Sunday, April 26, 2009

A New Face

Jan, Kelly and myself got out climbing yesterday.  We were going to go to the Newbie Squeeze area but we got chatting about the amount of rock we had not checked out in the area yet.  I knew that there were 2 smaller faces that should have been fairly easy to get to.  We found the first after a bit of bush whacking.  It was kinda small, about 20 to 30 feet.  We kept going to the second face.  Eureka...a wall that was about 80 feet high and roughly 100 wide.  There were not many cracks to hold gear but plenty of features on the face.  We found an easy approach to the top by following a ramp and then about 40 feet of technical climbing (5.5ish).  Jan and I figured it would be easiest to climb that ramp to access the top, put in a couple of anchors and then check out the face.  I decided to leave my hiking boots on because the first half was bush and trees.  I got above that area and was starting the technical stuff.  I noticed a large block, about the size of a small microwave oven, perched on several small stones, looking like it was about to slide.  I happened to be just below this widow maker.  After recollecting myself, I climbed below and around it.  This was kinda interesting considering the boots.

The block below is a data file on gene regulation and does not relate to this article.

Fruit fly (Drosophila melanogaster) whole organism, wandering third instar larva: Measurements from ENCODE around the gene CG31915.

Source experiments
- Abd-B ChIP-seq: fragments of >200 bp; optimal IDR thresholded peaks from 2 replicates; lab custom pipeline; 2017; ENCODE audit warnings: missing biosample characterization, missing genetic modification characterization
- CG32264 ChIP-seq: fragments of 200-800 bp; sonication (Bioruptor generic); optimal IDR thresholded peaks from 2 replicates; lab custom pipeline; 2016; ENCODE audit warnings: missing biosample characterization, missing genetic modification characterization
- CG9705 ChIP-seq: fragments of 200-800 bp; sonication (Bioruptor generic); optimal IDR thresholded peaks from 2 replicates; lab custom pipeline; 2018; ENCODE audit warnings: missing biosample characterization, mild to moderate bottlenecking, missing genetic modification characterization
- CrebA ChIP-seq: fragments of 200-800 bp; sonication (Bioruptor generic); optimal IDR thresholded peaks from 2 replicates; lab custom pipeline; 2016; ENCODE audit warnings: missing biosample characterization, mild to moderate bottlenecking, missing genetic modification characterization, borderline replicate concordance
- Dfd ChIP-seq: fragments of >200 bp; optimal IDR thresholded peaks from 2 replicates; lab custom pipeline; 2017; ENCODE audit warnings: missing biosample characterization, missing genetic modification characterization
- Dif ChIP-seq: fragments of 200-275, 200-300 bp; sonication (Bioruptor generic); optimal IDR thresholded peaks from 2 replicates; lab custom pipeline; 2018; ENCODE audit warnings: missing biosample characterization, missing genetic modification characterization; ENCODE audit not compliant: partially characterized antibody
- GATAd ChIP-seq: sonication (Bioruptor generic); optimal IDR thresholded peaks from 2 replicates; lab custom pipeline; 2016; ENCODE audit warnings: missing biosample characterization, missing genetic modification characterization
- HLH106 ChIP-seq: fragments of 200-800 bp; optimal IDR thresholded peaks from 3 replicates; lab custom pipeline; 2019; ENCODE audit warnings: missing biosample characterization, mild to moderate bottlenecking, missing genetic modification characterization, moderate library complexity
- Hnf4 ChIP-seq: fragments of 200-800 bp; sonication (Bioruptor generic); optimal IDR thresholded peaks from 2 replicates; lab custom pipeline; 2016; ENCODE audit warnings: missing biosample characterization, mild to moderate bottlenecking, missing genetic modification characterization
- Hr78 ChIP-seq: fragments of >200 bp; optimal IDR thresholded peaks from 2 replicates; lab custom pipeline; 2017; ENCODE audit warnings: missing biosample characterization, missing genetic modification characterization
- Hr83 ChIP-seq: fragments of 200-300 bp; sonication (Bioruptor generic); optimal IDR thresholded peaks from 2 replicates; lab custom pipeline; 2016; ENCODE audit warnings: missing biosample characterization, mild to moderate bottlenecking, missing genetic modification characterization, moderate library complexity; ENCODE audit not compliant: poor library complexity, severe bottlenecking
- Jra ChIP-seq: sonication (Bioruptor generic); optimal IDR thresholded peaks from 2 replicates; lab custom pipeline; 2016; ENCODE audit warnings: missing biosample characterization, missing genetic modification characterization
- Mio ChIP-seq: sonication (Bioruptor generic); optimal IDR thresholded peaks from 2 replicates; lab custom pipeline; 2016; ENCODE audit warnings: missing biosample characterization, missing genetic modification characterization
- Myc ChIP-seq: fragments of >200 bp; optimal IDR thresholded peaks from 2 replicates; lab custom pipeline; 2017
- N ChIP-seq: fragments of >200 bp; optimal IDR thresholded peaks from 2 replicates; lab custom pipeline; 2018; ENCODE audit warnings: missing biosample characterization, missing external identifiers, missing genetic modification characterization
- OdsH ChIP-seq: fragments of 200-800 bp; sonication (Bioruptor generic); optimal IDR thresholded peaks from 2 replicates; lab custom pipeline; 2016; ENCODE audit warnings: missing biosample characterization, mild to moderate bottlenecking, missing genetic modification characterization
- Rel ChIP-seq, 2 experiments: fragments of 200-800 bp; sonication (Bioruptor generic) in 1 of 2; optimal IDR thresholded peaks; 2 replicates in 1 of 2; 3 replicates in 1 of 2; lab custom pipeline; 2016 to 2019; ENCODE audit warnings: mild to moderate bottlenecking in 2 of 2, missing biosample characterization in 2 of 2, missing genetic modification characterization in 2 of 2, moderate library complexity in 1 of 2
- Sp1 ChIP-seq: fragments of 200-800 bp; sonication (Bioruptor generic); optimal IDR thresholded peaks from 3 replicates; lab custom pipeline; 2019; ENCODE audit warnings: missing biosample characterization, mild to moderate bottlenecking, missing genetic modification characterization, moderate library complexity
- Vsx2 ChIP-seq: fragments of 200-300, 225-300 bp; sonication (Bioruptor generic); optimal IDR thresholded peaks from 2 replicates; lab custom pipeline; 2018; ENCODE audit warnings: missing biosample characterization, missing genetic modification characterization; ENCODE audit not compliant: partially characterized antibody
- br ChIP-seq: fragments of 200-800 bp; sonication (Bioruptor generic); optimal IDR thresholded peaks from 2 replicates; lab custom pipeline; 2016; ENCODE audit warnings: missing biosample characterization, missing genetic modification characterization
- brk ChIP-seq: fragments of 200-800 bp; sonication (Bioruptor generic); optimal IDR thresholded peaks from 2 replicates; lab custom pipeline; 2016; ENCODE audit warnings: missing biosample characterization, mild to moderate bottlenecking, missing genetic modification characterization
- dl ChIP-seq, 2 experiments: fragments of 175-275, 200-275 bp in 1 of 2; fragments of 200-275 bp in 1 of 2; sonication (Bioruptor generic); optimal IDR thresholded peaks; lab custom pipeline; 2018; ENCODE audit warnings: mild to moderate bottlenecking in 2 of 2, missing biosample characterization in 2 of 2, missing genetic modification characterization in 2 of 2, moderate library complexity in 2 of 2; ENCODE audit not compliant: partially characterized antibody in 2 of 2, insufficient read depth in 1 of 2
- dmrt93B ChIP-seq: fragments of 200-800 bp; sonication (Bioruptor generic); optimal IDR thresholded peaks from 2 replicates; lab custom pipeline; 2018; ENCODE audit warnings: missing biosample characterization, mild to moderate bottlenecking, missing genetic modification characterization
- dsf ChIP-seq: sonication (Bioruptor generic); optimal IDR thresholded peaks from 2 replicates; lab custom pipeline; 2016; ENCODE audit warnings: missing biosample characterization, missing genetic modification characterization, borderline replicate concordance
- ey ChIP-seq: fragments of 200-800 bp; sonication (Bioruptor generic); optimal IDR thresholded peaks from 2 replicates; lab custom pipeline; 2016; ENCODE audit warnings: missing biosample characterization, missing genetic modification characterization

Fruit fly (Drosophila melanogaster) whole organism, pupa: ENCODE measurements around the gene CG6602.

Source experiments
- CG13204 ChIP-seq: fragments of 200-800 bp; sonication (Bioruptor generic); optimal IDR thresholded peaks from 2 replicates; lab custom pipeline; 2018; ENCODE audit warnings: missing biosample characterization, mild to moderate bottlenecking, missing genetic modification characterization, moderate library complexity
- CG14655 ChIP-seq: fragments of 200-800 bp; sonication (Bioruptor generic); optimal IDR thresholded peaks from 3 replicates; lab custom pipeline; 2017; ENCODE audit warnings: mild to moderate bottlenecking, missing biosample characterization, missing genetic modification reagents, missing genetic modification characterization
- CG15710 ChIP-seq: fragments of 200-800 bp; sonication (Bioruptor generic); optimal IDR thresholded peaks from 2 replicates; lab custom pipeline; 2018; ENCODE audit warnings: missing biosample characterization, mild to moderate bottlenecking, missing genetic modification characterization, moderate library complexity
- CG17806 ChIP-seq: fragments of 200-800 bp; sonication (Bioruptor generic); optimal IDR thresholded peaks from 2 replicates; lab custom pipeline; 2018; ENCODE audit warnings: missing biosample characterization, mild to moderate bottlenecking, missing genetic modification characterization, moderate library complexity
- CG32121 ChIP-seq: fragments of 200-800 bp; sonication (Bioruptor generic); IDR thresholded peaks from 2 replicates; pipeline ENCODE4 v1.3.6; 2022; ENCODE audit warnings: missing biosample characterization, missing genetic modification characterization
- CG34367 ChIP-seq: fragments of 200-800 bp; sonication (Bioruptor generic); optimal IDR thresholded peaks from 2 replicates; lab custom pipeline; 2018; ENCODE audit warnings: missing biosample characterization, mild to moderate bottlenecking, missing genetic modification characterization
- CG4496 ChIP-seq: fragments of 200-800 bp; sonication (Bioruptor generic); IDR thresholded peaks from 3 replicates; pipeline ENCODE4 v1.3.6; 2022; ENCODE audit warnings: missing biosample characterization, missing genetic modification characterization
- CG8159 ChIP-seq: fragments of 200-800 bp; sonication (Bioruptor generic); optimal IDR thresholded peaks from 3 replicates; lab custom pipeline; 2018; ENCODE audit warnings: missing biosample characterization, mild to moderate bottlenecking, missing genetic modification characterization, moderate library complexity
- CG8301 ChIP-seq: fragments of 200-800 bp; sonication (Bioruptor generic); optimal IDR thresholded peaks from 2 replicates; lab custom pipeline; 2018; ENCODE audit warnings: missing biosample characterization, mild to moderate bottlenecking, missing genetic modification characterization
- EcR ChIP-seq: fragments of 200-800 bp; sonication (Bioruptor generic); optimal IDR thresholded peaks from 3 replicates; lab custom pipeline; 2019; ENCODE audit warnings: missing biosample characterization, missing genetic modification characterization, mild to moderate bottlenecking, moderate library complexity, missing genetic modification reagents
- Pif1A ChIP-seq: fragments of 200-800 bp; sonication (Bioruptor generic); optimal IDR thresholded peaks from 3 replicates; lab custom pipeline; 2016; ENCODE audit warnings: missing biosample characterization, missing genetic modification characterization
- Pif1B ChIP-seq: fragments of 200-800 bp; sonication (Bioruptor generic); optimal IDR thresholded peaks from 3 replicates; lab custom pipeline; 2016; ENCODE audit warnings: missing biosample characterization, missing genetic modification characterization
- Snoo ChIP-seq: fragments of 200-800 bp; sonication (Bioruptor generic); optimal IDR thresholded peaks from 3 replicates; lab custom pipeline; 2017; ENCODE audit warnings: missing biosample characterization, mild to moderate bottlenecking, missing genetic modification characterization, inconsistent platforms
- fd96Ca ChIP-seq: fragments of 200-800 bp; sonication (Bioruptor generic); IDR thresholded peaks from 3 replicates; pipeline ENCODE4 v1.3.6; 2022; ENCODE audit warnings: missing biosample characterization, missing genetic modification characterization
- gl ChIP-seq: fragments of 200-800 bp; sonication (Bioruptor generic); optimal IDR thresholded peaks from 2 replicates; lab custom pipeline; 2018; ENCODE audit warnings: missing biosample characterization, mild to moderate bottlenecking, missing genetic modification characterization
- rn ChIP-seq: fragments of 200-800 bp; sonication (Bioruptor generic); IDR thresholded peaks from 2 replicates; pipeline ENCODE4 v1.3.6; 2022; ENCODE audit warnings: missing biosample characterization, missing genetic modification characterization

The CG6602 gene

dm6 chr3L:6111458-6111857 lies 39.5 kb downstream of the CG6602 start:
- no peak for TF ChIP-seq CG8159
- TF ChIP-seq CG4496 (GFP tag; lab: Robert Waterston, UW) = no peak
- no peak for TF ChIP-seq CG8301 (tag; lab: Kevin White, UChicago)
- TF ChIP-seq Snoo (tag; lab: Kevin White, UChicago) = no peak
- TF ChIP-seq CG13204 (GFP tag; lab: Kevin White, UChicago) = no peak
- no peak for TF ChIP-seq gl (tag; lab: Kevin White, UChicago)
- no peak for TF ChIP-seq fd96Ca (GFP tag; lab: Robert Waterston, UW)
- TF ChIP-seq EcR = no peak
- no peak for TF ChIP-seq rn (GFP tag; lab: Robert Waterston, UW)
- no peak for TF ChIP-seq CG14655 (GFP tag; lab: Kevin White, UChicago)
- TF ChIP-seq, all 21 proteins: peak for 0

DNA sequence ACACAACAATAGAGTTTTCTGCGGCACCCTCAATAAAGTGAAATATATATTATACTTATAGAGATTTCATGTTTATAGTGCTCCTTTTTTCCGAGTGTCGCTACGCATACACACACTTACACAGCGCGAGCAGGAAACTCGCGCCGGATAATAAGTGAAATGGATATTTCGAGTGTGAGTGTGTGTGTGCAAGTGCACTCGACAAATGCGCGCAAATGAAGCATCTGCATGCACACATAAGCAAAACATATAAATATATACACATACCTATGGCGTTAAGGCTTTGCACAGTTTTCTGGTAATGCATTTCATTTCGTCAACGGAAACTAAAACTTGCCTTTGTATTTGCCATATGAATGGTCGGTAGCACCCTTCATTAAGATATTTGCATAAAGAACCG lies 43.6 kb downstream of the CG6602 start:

I gained the top, all happy about getting a FA (of sorts), not knocking off the block etc, when I noticed the bolts.  That right...the bolts!  There were 2 Fixe Hangers on 3/8 bolts on 
the top of the face.  They looked pretty new,  not far away was some old webbing, maybe two to three seasons old.  I ha
ve no idea who may have placed them or anything.  Everything about the face looked to be untouched, lichen and all.  We set up a couple of rappel lines and began cleaning the face.  Jan knocked off the widow maker block with some pretty cool destruction below.  It was inspiring so I began knocking off some blocks of my own.  100 lb boulders can do some pretty wicked damage fro
m 80 feet.  I began cleaning a different line.  At the bottom, I got to a block that was about 8 feet high, 2 to 3 feet thick and standing on end.  I managed to pull it off.  It only fell about 10 feet.  It sunk about 3 feet into the ground because it landed end on.  The smell of flint 
or gunpowder was pretty impressive as well.

Next time we go out, we will be looking to put bolts on both those routes.  The one we climbed will probably be about a 5.6.  I am not really sure because the widow maker made it feel harder than what it was.  The second line, the one I was cleaning, could be anywhere from a 5.7 to 5.10a.  It has a lot of rail-like features with a couple of blank spots.  I am hoping for a nice 80 foot 5.7 sport line.  I guess we will see!

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